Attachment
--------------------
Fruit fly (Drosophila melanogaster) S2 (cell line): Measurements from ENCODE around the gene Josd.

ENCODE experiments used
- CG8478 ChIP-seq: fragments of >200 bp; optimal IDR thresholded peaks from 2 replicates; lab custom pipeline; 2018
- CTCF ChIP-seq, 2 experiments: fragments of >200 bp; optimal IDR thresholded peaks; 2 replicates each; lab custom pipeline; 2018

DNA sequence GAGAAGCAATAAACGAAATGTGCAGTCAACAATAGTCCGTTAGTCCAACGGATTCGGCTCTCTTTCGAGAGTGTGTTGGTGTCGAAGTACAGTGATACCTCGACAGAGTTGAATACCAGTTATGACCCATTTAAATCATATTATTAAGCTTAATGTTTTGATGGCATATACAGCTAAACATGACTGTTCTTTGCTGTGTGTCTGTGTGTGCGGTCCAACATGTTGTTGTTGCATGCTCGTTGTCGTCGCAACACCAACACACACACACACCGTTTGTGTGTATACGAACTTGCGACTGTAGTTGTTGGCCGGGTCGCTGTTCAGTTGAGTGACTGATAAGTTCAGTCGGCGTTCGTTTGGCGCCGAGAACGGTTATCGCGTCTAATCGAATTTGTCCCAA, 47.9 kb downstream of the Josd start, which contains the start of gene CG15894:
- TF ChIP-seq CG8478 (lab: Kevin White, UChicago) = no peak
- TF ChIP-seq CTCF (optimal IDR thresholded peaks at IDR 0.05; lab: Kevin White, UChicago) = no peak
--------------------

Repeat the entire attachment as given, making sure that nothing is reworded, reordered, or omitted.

Fruit fly (Drosophila melanogaster) S2 (cell line): Measurements from ENCODE around the gene Josd.

ENCODE experiments used
- CG8478 ChIP-seq: fragments of >200 bp; optimal IDR thresholded peaks from 2 replicates; lab custom pipeline; 2018
- CTCF ChIP-seq, 2 experiments: fragments of >200 bp; optimal IDR thresholded peaks; 2 replicates each; lab custom pipeline; 2018

DNA sequence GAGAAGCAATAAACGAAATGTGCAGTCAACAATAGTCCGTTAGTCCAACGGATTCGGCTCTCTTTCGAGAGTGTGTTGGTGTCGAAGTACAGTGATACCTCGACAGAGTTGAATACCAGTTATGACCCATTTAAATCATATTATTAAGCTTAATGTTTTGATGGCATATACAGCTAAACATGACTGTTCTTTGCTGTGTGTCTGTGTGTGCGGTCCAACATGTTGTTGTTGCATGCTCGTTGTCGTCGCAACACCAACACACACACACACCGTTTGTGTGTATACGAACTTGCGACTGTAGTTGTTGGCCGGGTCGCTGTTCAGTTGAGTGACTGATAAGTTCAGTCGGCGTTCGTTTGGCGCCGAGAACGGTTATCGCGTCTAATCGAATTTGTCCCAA, 47.9 kb downstream of the Josd start, which contains the start of gene CG15894:
- TF ChIP-seq CG8478 (lab: Kevin White, UChicago) = no peak
- TF ChIP-seq CTCF (optimal IDR thresholded peaks at IDR 0.05; lab: Kevin White, UChicago) = no peak